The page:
Guardrail company fined $663 million for defrauding government

Trinity Industries Inc., manufacturers of a highway guardrail safety system tied to at least nine deaths, was ordered by a judge to pay $663 million for defrauding the U.S. government.

As reported in The Insurance Journal, the decision on June 8 by U.S. District Judge Rodney Gilstrap in Marshall, Texas, caps a three-year legal battle between Trinity and a small competitor in a case that raised doubts about highway safety across the country. The penalty is $138 million more than that imposed last year in a federal trial in which jurors found that Trinity cheated the government by selling its ET-Plus guardrail system without disclosing changes made in 2005. The company plans to appeal.

“We believe the evidence clearly shows that no fraud was committed,” Jeff Eller, a Trinity spokesman, said in an e-mail after the ruling. “The trial court made significant errors in applying the federal law to the plaintiff’s allegations and, therefore, the judgment is erroneous and should be reversed.”

Judge Gilstrap rejected Trinity’s request to throw out the verdict, saying it was supported by “substantial evidence.” His decision followed the unsuccessful end of settlement talks that he ordered after the October verdict against Trinity.Trinity’s shares dropped as much as 2.3 percent in regular trading on news of the collapse of mediation and 2.1 percent more when Gilstrap announced his ruling on penalties.

The rulings come as federal prosecutors in Boston probe the relationship between Dallas-based Trinity and the Federal Highway Administration, which reviews safety tests of highway devices. The FHWA’s sign-off on the ET-Plus has opened up hundreds of millions of dollars in federal tax money to help reimburse states for purchases of the system. In April, U.S. investigators subpoenaed more than a decade’s worth of documents from Trinity regarding the ET-Plus and a predecessor system, the company said in a regulatory filing.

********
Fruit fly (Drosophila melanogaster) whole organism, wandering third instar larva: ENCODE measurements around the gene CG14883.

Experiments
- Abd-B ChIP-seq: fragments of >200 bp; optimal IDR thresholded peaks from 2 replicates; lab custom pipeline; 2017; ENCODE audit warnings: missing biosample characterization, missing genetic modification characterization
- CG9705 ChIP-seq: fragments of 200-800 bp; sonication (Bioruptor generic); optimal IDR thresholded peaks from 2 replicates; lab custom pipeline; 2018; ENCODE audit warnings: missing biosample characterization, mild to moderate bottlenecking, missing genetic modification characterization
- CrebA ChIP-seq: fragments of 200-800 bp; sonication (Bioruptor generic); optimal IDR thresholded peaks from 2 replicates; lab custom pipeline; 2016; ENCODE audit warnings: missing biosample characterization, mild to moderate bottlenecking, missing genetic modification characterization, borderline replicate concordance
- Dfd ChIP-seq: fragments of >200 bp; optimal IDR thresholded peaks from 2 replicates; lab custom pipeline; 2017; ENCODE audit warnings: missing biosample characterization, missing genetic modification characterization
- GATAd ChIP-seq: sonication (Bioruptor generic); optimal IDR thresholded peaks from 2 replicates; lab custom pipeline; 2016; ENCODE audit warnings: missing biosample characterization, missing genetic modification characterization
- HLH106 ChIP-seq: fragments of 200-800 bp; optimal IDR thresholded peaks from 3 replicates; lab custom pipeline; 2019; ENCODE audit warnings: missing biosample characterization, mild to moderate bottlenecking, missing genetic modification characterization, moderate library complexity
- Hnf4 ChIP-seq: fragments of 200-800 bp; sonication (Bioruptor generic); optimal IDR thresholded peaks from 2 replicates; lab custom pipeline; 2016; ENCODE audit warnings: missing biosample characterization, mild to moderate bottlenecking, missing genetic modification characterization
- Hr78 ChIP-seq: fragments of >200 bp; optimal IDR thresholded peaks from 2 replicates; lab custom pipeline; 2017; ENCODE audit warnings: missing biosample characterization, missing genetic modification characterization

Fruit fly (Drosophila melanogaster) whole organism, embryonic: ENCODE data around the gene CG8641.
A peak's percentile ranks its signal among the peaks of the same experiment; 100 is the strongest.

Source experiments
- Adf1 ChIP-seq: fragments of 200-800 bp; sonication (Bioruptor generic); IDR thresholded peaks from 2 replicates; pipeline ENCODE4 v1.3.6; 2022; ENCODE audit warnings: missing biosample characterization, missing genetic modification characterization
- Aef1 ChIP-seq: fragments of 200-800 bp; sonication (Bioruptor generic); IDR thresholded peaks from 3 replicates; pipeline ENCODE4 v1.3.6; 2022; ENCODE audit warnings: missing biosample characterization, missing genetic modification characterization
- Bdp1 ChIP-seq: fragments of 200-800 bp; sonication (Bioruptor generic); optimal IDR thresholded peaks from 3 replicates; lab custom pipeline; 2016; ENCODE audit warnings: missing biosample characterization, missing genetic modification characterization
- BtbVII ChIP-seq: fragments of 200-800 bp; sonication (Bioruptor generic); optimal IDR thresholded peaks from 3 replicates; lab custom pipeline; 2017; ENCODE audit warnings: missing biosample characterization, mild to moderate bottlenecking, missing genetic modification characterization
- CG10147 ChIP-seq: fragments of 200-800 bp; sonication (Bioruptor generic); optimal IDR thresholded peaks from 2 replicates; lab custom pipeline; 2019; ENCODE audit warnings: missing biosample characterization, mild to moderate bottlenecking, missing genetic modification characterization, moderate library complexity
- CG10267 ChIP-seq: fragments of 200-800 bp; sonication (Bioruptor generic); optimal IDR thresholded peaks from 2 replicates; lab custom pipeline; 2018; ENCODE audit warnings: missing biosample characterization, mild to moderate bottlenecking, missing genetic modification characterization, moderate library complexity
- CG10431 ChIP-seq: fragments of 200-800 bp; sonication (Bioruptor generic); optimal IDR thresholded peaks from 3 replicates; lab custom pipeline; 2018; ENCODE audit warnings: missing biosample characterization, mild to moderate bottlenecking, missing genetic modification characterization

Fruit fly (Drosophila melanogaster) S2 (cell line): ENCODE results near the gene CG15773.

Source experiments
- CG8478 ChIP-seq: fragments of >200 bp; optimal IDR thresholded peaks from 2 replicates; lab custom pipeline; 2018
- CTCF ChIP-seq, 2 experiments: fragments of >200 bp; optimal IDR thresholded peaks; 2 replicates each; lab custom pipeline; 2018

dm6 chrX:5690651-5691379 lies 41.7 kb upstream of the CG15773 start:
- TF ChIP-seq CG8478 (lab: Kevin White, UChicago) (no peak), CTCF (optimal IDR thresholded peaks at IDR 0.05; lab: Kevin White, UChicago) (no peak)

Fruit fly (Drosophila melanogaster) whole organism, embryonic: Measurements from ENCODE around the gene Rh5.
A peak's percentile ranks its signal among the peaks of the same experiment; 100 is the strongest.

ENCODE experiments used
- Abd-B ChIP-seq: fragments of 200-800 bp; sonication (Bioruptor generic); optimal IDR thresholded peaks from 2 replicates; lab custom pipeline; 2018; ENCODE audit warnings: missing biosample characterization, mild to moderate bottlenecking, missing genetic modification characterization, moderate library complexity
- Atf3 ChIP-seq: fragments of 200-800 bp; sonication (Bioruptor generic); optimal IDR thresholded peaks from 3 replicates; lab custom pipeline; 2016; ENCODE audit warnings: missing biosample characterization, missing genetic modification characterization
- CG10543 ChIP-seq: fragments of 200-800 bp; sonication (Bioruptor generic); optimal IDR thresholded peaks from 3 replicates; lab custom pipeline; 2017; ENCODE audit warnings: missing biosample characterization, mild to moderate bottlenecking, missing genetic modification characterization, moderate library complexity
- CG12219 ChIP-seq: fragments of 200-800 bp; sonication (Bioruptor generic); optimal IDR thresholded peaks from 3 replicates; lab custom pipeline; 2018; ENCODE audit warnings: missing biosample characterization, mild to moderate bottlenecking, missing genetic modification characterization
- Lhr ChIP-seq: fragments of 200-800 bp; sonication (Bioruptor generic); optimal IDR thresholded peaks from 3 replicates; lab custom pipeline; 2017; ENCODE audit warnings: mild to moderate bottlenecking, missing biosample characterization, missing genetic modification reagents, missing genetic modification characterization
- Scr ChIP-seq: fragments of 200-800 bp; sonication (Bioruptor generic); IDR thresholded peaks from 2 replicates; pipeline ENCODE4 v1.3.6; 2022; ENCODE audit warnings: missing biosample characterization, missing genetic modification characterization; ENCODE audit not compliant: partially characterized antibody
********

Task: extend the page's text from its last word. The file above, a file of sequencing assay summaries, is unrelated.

The Texas lawsuit, brought by Joshua Harman, a Trinity competitor based in Virginia, resulted in a jury award of $175 million. The amount was tripled under the federal False Claims Act to $525 million, making it the third largest jury verdict of 2014, according to data compiled by Bloomberg.

Gilstrap then had to decide whether to impose an additional penalty of anywhere from $5,500 – the minimum allowed under the law – to $184 million, as Harman’s lawyers sought. The judge said he based the penalty on his finding that Trinity made 16,771 false claims to the government.

Harman, who filed the lawsuit on behalf of the U.S. government, will receive 30 percent of the award, or $199 million, Gilstrap said. He will also collect $19 million for legal fees and expenses, payable by Trinity.”We are pleased the Court agreed with the jury’s verdict,” Nicholas Gravante Jr., Harman’s lawyer at Boies, Schiller & Flexner LLP, said in an e-mail. “The evidence of fraud in this case could not have been more compelling.”

Trinity is defending other lawsuits. Among them are more than 20 personal-injury cases alleging the ET-Plus is defective, shareholder suits targeting Trinity for inadequate disclosures and claims that the company defrauded states by making the undisclosed changes. Some of the suits allege that the design revisions made the system more likely to malfunction, jamming when hit and piercing through crashing cars instead of helping them slow down.

The FHWA mandated further safety evaluations of the ET-Plus after the Texas trial. The guardrail system passed all eight crash tests, according to the agency, which is currently conducting an analysis of the ET-Plus’s real-world performance.

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